Louisiana Legislature: ACT No. 406
When classifying workers as employees or independent contractors, there are a few things to consider, including the different tests that apply under different federal and state employment laws, and potential penalties and other liabilities for misclassifying employees as independent contractors. Certain state laws apply tests that are more stringent than the guidance provided by federal agencies, such as the IRS and Department of Labor, to apply in conjunction with federal laws.
You can read our general Help Center article on contractors, and view information on how to determine if someone is a contractor or employee in Louisiana in the relevant section at the link below.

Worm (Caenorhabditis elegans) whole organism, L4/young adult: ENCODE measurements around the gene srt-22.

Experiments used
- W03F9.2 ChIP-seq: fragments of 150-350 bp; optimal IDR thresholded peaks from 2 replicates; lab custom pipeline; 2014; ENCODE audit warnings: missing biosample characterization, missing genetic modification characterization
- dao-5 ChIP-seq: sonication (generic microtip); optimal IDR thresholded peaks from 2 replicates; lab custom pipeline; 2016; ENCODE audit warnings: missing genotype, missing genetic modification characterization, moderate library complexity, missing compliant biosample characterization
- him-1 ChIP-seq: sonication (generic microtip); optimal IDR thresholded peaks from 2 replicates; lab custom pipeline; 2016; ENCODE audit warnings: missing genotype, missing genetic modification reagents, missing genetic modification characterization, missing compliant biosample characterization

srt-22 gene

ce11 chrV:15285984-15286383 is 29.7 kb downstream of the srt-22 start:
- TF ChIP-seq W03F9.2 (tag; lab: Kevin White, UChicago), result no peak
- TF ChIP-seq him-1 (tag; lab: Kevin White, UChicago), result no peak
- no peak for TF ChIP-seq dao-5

Mineral*: Louisiana Independent Contractors
Louisiana Workforce Commission: Worker Misclassification Information
Louisiana Workforce Commission: Unemployment Insurance Forms and Publications
Minimum Wage and Overtime
The hourly minimum wage and overtime requirements in Louisiana are currently the same as the federal minimum wage and overtime requirements. Louisiana employers can find the most up-to-date requirements from the Louisiana Department of Labor (DOL).
Mineral*: Louisiana Minimum Wage and Overtime
Meal & Rest Breaks
While Louisiana does not have a generally applicable law regarding meal and rest periods, any minor that performs work for any 5-hour period must receive a meal break of at least 30 minutes.
Mineral*: Louisiana Meal and Rest Periods
Louisiana Workforce Commission: Department of Labor Posters
Louisiana Workforce Commission: Employment of Minors Informational Booklet